Using Classroom Technology (for Non- Geeks!)

Article by Lori Cargile

Integrating technology into your classroom practice can be daunting for those who consider themselves not to be up-to-speed on the latest electronic gadgets, devices, and computers. Even if you still use a flip cell phone and haven’t touched an iPad a day in your life, there is technology that you can successfully use to reach your students.

First, decide why you want to integrate technology. Do you want to razzle-dazzle your students with pictures, videos, and other visual aids to make learning more relevant? Will you use it to improve student behavior? Do you want instant results on assessments? Or, do you want the students to use the technology to dive deeply into their content? You can do all of these things, but consider beginning with activities that are fun and engaging like online informal (formative) assessments. Don’t worry about technology glitches. If you have any sort of problem, you will be surprised at your students’ patience when they are about to embark upon an anticipated and fun activity. All of the programs I recommend have tutorial videos on YouTube. (Go to YouTube.com and input the name of the program you want to use with the word “tutorial.”)

Start small. Begin by using technology as a supplement to your existing instruction to gather data on learning progress. Rome was not built in a day, so do not expect to be proficient overnight. Using technology takes patience and resolve even for those who consider themselves to be technologically savvy. Check out this list of some of our favorite online programs for collecting informal assessment data. These are some of our top choices from the list:

1. Kahoot – Kahoot can be used with smart (internet capable) cellular phones, tablets, or computers. Teachers create and project multiple choice questions to engage students. The student responses are displayed immediately on a dynamic graph. The program also includes a library of previously created quizzes.
2. Plickers– Plickers is pretty much the same as Kahoot, but the students do not need a device of any sort. Using Plickers only requires the teacher to have a smart cell phone and a classroom projector. The teacher creates and projects multiple choice assessments. The students hold up their answer choice on teacher printed response cards. Data is collected by the teacher’s cell phone and displayed immediately as the students respond.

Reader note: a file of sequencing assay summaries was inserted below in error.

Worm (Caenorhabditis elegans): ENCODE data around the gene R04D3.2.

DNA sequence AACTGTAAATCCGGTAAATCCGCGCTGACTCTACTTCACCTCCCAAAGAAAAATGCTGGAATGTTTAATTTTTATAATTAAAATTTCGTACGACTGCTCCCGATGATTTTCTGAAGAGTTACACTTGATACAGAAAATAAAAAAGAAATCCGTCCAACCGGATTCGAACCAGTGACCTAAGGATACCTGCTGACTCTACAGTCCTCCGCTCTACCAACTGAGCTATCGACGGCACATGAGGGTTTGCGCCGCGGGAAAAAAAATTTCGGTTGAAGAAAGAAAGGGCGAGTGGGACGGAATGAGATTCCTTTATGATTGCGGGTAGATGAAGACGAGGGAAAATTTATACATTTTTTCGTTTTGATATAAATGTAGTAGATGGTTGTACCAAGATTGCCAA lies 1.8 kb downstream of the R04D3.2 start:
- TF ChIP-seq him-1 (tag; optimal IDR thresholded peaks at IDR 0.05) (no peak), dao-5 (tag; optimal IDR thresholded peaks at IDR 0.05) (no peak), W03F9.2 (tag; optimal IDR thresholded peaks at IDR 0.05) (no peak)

3. Quizlet – Quizet lets teachers create flashcards, games, and other fun things to review information. You can create your own or use a Quizlet from their library.

Do you want to encourage your students to stay on task? Report positive behaviors to parents by using an online classroom management system. ClassDojo enables you to award points to students for following instructions, being kind, working on task, and for other behaviors. The program is not instructional but promotes a positive learning environment. Kids simply love it and it gives you an objective way to decide who goes on field trips, receives behavioral awards, and other positive reinforcements. Student data is recorded and updated instantaneously with the use of an easy to install app (application) on a smart cell phone, tablet, or computer. Teachers can input the data, or with intermediate and older students, a student can record the data after being prompted by a teacher.

Do you teach mathematics? Wow your students with Desmos’ colorful graphics. This program is simply awesome! It was founded by former mathematics teacher Dan Meyer. It allows students to interact with graphs, data, and more. Desmos is typically used for intermediate grades and above. Brainingcamp (not free) and the National Library of Learning Manipulatives (free but finicky – requires up-to-data Javascript) provide online manipulatives for primary through high school math. Teachers can display interactions with base ten blocks, algebra tiles, pattern blocks, pentominoes, coins and other virtual manipulatives. Students can also use the programs on their devices.

Whichever program you choose to integrate technology, do it soon. The more you use technology, the more proficient and at ease you will become. Learn it now as it will likely only get more complicated. Something will go wrong on your first few attempts to use any new program. Get over it, and get back to it! It you’re feeling like trying something else know, check out these sites:

1. 6 Ed Tech Tools to Try in 2017
2. 10 EdTech Tools for Encouraging Classroom Collaboration
3. 20 Ed Tools for Educators to Use in the Classroom

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